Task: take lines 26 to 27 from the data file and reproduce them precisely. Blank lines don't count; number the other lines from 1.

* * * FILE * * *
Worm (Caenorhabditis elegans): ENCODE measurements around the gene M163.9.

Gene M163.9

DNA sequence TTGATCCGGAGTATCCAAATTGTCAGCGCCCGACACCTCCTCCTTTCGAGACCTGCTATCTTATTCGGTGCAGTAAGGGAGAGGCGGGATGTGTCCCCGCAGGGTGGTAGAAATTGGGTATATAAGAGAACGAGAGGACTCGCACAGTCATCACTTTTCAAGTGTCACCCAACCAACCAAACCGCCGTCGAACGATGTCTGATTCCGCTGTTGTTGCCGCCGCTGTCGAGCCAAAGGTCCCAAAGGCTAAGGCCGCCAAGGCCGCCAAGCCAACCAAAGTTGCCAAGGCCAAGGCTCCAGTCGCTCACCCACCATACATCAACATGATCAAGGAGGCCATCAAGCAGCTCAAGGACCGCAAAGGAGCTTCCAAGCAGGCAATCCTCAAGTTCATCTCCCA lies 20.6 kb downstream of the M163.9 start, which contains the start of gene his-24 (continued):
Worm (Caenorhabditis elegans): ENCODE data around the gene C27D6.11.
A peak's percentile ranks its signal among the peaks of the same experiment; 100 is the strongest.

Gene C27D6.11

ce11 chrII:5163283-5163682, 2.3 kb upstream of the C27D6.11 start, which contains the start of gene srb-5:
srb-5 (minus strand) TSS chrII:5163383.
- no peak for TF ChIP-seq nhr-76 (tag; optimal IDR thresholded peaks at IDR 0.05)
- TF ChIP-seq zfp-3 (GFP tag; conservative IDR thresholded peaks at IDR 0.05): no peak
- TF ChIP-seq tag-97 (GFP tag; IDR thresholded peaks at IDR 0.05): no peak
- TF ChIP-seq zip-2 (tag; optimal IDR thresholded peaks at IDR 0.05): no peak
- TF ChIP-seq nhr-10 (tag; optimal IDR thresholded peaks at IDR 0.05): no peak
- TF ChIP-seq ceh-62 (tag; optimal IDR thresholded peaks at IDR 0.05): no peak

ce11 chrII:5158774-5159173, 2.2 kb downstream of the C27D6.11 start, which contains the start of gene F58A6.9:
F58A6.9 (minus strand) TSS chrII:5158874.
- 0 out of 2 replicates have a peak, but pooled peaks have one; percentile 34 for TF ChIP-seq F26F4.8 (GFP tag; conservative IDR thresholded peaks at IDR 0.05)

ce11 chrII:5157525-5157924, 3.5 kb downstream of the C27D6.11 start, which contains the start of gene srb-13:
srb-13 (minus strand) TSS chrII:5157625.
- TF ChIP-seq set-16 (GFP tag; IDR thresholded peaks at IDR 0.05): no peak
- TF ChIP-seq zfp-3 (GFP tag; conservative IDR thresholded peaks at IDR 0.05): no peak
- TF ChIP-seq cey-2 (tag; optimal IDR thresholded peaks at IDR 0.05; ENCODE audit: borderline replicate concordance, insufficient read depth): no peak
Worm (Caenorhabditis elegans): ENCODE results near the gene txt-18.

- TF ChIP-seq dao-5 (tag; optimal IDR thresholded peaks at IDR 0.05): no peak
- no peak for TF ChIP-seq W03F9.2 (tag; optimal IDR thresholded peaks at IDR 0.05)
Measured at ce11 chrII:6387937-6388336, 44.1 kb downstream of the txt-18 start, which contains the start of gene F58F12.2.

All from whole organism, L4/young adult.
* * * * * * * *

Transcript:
Measured at ce11 chrII:6387937-6388336, 44.1 kb downstream of the txt-18 start, which contains the start of gene F58F12.2.

All from whole organism, L4/young adult.